Gender Differentials in Access to Medical Services During COVID-19 Lockdown: Insights from Nigeria

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Adewole, Ololade G.
Omotoso, Kehinde O.
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African Economic Research Consortium
Nigeria, like most countries of the world, implemented a lockdown policy during the COVID-19 pandemic, restricting all sorts of movements except for essential services and functions as a measure to contain the virus. Access to medical services is an important component of good healthcare systems, and with gender inequitable access to medical services, improving the health outcome of the population is not likely to be achieved. This study analyses gender differentials in access to medical services during the COVID-19 lockdown in Nigeria, using both descriptive and inferential analytical techniques. Results show that adult health services were the most needed medical services, and females needed these services slightly more than their male counterparts. However, access to these services was greater for males than for females. This same pattern is also observed for child health services. Further analysis shows that females are less likely to access adult health services than their male counterparts. Employment gap contributes about 79% to the gender differential in access to adult health services. Moreover, differences between males and females in the Northwest zone also account for the bulk of the gender differentials in access to adult health services. This suggests the possibility that females are disproportionately treated less equally than males in the zone. Meanwhile, receipt of social assistance increases males' access to adult health services by 6.4% and increases that of females' access by 1.6%. These results were substantiated by qualitative analysis. While some respondents were of the opinion that there was a gender differential in access to SRH, others opine that there was none. The study provides evidence-based recommendations for quality policy decisions on appropriate measures to promote gender-equitable and sustainable recovery in a time of crisis.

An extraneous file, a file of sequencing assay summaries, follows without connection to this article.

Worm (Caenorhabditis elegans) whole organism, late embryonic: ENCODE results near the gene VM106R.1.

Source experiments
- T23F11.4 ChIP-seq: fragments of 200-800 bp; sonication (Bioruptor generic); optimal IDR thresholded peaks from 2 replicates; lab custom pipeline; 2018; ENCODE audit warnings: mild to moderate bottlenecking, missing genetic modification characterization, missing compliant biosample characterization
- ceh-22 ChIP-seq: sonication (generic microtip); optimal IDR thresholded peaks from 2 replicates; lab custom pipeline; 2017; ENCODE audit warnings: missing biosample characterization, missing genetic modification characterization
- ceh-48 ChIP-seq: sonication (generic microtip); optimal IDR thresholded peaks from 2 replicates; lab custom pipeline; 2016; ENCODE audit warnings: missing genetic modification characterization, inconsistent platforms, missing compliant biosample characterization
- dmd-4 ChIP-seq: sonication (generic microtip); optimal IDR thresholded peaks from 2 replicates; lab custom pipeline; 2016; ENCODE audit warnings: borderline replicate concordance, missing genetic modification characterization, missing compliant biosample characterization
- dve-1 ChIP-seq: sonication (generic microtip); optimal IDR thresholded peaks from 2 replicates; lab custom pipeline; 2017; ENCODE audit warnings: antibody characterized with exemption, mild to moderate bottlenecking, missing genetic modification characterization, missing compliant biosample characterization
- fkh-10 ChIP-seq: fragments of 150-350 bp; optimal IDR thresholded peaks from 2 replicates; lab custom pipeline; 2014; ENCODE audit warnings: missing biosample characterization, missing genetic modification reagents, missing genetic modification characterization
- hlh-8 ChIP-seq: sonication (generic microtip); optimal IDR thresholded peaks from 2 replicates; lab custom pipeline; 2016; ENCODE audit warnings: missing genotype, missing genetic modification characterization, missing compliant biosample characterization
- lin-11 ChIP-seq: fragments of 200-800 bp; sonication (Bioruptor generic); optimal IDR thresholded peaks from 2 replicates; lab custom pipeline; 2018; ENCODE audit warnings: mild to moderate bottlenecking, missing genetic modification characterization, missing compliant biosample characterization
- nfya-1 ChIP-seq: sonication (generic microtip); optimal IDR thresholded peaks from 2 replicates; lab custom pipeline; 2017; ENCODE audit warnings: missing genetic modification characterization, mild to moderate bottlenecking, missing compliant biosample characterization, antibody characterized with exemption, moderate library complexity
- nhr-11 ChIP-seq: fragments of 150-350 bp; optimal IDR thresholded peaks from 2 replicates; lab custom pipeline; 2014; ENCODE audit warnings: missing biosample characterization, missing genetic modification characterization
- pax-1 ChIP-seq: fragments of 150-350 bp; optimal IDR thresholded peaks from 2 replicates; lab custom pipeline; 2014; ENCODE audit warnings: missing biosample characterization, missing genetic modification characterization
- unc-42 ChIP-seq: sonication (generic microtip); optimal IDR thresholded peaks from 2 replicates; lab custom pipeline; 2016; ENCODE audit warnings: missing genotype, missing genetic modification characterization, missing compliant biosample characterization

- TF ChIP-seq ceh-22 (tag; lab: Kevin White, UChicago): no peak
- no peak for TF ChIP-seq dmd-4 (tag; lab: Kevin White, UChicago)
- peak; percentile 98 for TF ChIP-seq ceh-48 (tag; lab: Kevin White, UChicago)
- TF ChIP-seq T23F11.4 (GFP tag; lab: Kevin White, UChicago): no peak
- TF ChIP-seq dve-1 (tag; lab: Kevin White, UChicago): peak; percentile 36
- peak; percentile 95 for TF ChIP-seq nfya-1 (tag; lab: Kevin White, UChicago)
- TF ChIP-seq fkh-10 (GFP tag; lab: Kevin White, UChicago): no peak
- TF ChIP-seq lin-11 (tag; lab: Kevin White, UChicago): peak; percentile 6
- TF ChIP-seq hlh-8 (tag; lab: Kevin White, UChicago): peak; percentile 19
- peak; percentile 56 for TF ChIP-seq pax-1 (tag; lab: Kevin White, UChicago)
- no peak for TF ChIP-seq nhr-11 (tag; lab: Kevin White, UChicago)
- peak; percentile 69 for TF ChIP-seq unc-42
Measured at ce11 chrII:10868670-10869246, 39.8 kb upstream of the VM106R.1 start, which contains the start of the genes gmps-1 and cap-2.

COVID-19; Decomposition; Gender; Social assistance; Medical services; Nigeria.